Tanisha Gordon doesn’t assure what white people love so much about cottage cheese. Or salads, especially when they’re topped with fussy ingredients like candied almonds, pickled carrots or Brussels slaw.
Gordon is a 37 -year-old employee at an IT company in the Washington , D.C ., area, and until recently, her diet was deep saturated with fast food — McDonald’s, Taco Bell, you name it. When her doctor diagnosed her last year with pre-diabetes and prescribed her a CPAP machine to help her sleep through the night, she began working with a nutritionist to clean up her diet. But the lifestyle change she attempted would require more than cutting out Chicken McNuggets.
As a black girl, Gordon combated the perception that most of today’s healthy food is “white people food.”
“A lot of the time, when you go to restaurants now, they have these extravagant salads with all these different ingredients in it, like little walnuts and pickled onions — like the stuff Panera sells, ” Gordon told HuffPost. “For me personally, that’s like a white person’s food. A plenty of the mainstream stuff that’s advertised comes across as being for white people.”
Today’s Goop-lacquered definition of healthy eating has stimulated it de rigueur to guzzle$ 9 bottles of cold-pressed kale juice or chug hydrogen-infused water. In this micro-bubble of fastidiousness, a healthy diet entails more than eating your daily dose of fruits and veggies. It entails eating pudding made use of chia seeds( yes, the same ones been applied to attain Chia Pets) and sprinkling your acai bowl with goji berries, even if you have no idea what either of those things are.
There’s nothing wrong with being nutritionally ambitious, but we’ve cultivated a health food culture that’s unattainable for the multitudes that we are able to neither afford nor identify with it.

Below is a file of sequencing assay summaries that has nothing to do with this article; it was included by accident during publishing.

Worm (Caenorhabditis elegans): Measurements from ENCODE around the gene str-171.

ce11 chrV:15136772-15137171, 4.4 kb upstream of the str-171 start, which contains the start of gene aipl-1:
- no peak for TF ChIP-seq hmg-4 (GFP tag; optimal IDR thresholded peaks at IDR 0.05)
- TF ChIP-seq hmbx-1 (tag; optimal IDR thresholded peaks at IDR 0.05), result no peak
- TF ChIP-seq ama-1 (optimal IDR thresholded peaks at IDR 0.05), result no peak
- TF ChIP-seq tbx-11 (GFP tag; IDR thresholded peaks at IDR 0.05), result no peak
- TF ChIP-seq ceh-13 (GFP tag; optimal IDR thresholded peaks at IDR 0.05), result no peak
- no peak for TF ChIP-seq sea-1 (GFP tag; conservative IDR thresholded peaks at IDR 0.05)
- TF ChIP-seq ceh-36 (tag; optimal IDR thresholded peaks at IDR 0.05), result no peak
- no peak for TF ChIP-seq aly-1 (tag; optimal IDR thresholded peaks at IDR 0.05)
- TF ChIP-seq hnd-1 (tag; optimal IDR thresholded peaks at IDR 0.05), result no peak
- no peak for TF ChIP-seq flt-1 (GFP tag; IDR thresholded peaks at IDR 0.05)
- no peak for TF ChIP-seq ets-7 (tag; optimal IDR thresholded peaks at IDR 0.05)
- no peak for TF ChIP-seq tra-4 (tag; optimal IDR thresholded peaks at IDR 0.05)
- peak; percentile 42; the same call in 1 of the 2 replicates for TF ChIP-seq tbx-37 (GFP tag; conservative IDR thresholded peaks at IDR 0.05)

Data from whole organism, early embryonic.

“You’ve got the dominant culture in the USA being white culture, ” black restaurateur Dr. Baruch Ben-Yehudah told HuffPost. “And that white culture has taken the power to define all things good as white, and all things white as good. So that definition of healthy feeing is not an accurate depiction of eating healthy.”
Over the course of a year, Gordon shed 60 pounds and outgrew the need for a CPAP machine simply by making some changes to her diet. But food isn’t always the biggest obstacle to a healthy lifestyle. Cultural roadblocks can be just as powerful.
White culture has taken the power to define all things good as white, and all things white as good. So that definition of healthy eating is not an accurate depiction of eating healthy. Restaurateur Dr. Baruch Ben-Yehudah
“For a person who needs to re-train their intellect and think differently about healthy eating, that’s always gonna be their struggle; get past,’ This plate of food is for a white person, ’” Gordon said.
Healthy food has historically been less available to black Americans in a number of ways. So, does eating healthy have to be equated with feeing like white people? According to a new generation of chefs, nutritionists, academics and patients, the answer is no.
Charmaine Jones, a Washington , D.C.-based dietician who is black, penned a short paper earlier this year called “Do I Have To Eat Like White People? ” that shared the dietary fights of her clients, whom she describes as chiefly low-income African-Americans on D.C. Medicaid.
The majority of her clients seek nutrition strategies to treat obesity, Type 2 diabetes, heart disease or high cholesterol, a set of challenges that are particularly prevalent in the black community. Gordon was one of her clients.
Jones describes “white people food” as salads, fruits, yogurts, cottage cheese and lean meat — the standard low-fat, heart-healthy foods promoted by the U.S. Dietary Guidelines.
Every five years, a 14 -member advisory board writes those guidelines, which dictate what the average American should feed to maintain a healthy lifestyle. The current committee has only two black members. The U.S. Department of Health and Human Services didn’t respond to HuffPost’s request for comment.